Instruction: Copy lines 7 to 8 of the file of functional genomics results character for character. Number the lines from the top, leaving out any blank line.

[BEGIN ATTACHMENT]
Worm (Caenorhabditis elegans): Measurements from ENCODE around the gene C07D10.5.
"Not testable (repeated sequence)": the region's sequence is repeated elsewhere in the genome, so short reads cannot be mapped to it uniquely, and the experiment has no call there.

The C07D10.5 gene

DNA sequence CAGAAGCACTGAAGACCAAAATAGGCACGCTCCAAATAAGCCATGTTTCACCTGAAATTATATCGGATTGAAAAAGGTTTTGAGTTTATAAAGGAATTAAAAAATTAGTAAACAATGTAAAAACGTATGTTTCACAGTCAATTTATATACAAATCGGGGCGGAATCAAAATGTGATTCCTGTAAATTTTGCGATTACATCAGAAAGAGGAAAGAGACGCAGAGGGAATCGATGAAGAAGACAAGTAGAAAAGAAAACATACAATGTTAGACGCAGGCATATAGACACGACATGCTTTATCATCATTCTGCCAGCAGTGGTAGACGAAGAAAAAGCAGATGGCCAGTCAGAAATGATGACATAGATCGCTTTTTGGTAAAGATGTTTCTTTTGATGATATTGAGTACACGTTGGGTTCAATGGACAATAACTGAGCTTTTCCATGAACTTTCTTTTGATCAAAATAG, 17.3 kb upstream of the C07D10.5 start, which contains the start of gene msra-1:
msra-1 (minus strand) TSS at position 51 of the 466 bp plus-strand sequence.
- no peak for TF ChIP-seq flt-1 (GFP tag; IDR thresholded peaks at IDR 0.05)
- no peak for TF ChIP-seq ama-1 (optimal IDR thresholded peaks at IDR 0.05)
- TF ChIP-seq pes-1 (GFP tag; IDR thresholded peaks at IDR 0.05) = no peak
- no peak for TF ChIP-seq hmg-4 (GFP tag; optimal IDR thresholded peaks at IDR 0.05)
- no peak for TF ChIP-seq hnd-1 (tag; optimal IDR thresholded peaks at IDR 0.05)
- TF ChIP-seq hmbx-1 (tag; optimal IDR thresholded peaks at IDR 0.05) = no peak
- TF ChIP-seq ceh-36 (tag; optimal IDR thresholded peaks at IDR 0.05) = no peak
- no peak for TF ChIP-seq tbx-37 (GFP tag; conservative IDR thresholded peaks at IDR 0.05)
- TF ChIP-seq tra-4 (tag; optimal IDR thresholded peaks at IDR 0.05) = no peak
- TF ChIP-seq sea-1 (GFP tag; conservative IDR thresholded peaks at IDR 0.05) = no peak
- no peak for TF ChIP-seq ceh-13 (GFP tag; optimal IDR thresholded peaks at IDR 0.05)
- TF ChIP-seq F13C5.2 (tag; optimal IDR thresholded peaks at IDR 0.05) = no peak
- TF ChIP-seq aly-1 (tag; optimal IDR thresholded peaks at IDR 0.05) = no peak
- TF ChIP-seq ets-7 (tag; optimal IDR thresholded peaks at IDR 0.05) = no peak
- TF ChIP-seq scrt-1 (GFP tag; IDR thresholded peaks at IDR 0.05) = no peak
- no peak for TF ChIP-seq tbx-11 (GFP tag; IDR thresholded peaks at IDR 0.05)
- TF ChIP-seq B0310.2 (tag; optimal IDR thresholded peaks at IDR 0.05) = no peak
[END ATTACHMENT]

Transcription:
- no peak for TF ChIP-seq ama-1 (optimal IDR thresholded peaks at IDR 0.05)
- TF ChIP-seq pes-1 (GFP tag; IDR thresholded peaks at IDR 0.05) = no peak